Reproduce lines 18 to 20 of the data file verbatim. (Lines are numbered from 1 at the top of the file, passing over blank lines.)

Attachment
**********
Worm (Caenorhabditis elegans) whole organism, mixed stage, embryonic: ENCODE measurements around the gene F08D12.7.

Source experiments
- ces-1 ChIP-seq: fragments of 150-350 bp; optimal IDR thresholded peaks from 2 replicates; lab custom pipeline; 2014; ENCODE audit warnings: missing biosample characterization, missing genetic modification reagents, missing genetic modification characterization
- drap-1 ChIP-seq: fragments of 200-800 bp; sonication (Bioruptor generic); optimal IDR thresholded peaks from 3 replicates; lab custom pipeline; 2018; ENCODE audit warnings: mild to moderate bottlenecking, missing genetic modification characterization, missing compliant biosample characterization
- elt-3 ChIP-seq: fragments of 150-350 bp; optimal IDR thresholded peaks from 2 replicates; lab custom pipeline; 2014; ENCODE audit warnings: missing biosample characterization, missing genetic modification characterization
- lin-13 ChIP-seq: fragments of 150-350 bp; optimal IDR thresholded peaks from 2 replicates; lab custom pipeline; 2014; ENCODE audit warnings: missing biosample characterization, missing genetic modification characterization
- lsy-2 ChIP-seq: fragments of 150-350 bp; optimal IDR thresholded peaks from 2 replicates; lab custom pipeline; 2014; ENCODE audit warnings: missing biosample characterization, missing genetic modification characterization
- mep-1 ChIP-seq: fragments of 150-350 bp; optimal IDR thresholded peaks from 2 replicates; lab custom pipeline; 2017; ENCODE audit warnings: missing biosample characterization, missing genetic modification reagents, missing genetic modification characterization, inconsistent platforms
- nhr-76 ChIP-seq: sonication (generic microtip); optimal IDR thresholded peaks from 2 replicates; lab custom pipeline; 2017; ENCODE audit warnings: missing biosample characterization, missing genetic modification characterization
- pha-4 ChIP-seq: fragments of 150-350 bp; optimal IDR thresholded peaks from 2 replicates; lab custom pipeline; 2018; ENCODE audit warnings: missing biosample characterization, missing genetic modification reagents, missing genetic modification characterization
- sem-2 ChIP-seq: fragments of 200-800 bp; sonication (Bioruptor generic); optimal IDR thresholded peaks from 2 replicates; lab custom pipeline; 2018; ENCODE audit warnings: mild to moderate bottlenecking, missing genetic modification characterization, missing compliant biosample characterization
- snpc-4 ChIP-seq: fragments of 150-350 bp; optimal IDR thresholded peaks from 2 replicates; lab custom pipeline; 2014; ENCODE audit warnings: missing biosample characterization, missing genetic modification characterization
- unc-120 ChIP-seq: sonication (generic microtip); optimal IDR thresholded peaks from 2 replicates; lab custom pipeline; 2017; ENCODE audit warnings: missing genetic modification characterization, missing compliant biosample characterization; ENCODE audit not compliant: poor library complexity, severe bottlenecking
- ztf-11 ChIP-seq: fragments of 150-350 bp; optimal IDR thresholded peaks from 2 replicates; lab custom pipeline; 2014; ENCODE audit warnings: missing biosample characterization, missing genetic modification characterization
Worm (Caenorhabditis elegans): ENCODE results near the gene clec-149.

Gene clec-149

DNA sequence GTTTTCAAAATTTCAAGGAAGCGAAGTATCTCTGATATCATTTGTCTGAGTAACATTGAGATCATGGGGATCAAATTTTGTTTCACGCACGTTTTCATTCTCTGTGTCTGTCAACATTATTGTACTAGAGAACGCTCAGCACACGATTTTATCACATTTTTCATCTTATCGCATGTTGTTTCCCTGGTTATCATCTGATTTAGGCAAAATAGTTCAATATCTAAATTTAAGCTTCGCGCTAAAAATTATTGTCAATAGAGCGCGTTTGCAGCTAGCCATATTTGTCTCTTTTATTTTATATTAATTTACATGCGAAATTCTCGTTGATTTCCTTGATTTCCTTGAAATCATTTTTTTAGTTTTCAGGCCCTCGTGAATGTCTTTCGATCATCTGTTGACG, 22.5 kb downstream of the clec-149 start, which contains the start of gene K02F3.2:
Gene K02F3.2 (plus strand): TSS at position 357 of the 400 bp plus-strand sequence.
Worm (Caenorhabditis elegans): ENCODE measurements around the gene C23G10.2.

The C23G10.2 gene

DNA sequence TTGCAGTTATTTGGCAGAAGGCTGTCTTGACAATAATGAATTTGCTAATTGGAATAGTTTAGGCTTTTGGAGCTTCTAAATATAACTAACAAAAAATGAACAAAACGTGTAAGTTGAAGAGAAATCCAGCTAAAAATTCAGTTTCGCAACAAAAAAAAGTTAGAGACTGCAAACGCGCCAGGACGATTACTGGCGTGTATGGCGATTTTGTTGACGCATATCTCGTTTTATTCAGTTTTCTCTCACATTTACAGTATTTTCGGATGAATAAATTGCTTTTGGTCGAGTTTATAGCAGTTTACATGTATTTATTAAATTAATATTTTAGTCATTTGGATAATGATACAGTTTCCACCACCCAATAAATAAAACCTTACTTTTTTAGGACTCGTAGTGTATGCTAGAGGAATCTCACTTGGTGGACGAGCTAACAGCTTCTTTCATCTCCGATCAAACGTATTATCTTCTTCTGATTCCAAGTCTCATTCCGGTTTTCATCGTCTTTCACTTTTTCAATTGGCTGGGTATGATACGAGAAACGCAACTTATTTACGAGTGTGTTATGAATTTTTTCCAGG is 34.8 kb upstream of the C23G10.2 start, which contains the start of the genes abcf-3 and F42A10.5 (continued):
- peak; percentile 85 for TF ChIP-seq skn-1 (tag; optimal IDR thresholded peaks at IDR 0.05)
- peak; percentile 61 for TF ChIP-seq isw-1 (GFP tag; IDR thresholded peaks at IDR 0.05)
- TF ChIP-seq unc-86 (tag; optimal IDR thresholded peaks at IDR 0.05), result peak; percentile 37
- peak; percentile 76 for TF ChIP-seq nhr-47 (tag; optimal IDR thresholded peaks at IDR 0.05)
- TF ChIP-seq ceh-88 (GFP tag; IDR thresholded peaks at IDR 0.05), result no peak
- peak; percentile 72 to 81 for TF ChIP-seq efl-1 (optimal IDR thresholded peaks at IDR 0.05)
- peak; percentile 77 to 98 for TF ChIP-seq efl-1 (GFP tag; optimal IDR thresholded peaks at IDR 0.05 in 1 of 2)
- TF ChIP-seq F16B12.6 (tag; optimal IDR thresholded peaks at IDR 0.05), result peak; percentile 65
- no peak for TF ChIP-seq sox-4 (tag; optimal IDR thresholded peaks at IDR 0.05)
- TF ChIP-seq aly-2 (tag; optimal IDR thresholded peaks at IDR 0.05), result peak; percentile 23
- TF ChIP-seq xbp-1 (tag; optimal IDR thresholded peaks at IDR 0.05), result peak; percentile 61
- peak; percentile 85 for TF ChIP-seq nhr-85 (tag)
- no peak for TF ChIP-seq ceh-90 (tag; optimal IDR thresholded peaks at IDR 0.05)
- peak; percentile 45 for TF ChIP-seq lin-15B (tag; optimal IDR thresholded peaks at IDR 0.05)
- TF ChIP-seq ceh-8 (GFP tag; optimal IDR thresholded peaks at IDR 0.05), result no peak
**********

Gene K02F3.2 (plus strand): TSS at position 357 of the 400 bp plus-strand sequence.
Worm (Caenorhabditis elegans): ENCODE measurements around the gene C23G10.2.

The C23G10.2 gene